The Government benefits in no particular way from this rule, and it does create substantial hardships to the petitioner.

Warren E. Burger:

What could be your view Mr. Hansen of this hypothetical situation that I will put to you outside the context of the military case?

A prisoner or to say in confinement in the State of Georgia receives a special release to go to California to attend a funeral of some member of his family, that situation sometimes arises.

And then while he is in California brings a suit against the warden of the prison in Georgia.

It could follow from your argument that District of California would have jurisdiction.

John T. Hansen:

Not necessarily and there are number of reasons why that would be true. First of all, as we pointed out in our brief that petitioner must always meet himself the jurisdictional and venue requirements before he can invoke the jurisdiction of the District Court.

Although he may be physically present, he may not be a resident of the district and therefore, the District Court may not have venue over the action or may find that there is a more convenient forum where the action can be heard.

And then there is a second question as to whether the custodian in that particular case that you mentioned is jurisdictionally present in the district because from the hypothetical that you pose, I don’t see any contacts that the warden would have had that the petitioner while he was in the district where he had been allowed to go.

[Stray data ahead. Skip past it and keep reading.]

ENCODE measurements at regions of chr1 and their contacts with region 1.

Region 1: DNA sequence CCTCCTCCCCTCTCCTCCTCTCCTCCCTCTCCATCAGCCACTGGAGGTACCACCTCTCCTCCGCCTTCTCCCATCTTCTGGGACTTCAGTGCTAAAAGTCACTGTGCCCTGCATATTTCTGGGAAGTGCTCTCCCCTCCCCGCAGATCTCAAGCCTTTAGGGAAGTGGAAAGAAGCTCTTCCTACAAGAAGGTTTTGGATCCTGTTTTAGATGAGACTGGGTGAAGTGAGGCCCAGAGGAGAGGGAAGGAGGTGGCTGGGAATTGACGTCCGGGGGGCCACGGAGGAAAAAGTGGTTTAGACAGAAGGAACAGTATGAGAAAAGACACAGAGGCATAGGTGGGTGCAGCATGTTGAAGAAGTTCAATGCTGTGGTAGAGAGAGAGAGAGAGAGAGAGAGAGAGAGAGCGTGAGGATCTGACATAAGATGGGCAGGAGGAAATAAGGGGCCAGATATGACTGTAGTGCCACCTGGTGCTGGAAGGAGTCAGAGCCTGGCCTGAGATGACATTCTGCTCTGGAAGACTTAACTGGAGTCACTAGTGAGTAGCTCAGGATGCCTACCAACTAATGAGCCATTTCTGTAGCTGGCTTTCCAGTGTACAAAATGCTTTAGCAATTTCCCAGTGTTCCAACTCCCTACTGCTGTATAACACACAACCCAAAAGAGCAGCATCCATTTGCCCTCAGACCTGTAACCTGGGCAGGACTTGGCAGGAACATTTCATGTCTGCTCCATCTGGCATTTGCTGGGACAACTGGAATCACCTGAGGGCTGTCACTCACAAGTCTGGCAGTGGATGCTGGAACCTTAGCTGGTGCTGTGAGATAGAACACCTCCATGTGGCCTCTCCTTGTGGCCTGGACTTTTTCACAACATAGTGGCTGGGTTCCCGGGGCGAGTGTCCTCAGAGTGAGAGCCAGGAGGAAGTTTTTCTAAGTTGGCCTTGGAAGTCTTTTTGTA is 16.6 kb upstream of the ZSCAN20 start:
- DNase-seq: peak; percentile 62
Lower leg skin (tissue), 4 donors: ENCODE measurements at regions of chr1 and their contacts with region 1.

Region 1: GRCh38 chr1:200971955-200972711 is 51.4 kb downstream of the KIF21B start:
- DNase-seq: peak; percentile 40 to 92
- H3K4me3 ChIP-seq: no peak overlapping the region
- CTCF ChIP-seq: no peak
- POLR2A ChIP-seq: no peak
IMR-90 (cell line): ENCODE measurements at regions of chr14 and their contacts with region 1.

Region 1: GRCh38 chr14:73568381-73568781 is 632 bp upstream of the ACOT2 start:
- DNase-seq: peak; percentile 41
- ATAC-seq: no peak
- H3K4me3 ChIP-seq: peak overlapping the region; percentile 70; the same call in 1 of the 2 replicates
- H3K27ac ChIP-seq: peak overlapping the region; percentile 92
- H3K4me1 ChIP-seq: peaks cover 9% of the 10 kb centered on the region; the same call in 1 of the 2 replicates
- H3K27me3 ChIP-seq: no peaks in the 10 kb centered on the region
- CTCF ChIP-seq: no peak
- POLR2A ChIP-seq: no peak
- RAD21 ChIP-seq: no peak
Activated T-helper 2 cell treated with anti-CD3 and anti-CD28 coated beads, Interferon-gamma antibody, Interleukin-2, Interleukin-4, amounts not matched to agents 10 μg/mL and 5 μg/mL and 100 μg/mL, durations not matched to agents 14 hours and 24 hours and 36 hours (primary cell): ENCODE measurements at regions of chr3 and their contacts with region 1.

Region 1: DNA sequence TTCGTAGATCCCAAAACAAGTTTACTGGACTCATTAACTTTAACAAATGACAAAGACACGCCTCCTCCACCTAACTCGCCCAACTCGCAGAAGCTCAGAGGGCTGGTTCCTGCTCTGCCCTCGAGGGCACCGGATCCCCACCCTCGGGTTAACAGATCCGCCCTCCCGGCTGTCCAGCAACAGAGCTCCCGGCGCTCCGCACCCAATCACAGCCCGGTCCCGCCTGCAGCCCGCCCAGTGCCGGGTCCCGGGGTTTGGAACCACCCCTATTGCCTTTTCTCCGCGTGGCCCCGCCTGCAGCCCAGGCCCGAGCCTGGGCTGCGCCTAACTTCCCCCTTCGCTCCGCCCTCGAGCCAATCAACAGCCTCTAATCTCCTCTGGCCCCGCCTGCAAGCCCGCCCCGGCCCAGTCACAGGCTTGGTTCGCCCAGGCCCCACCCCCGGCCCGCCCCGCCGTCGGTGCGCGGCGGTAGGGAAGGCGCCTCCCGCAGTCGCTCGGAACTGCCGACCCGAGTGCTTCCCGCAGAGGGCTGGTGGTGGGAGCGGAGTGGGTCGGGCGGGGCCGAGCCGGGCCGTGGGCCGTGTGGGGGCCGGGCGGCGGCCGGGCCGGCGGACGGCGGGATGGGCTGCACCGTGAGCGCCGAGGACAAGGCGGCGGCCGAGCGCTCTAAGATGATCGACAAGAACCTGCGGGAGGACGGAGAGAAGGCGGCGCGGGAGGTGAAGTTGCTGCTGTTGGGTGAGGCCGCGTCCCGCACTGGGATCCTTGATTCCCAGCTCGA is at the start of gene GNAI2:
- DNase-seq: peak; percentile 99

Even if he had had some nominal contacts, they certainly would not relate to the subject matter of the action that he brought.

Third, I think the Court might have some difficulty serving process, but I am not sure if you were talking about a federal prisoner or a state prisoner and we must keep in mind that that’s an important distinction that arises in these cases.

It makes the rule that we urged limited in its application because it really could arise only in the situations where the prisoner is a — where this issues are federal issues and the custodian is a federal officer.

Warren E. Burger:

Well, then narrowing it.

Add to my assumption that the Georgia prisoner is the federal establishment at Atlanta, and then the United States Government, the Attorney General who is technically the custodian.

Is he in California for purposes of this habeas corpus?

John T. Hansen:

Well, if that is the question before this Court —

Warren E. Burger:

Well, in view, in your view, he is?

John T. Hansen:

From the facts that you stated, I would say that he is not because he did not have contact with the petitioner while the petitioner was in the distant district and had not in the sense entered that district.

Now here, and this is —

Warren E. Burger:

Let’s assume for the moment that he was convicted in the same District Court in California where his family and [Voice Overlap] residence is located?

John T. Hansen:

He would probably have jurisdiction in that District Court under Section 2255 and the question would not arise that he was convicted in that district and he was challenging his conviction.

If he was challenging the conditions of his custody in Georgia, then that would be a different question.

But there, he would have to show that the warden in Georgia had somehow entered this district of Northern District of California in order to be subject to its jurisdiction, and has never been there been I should say, never but if it is for a long time, this Court has held that it is not necessary for a person to be physically present in the court’s district to be subject to its jurisdiction in other context and I see no reason considering the purposes behind the great writ, policies to be serve including the fact, the Government is not injured here and that petitioner is injured, why we cannot rely upon the context theory in this case.

You are referring to international [Voice Overlap] of doing business type of thing?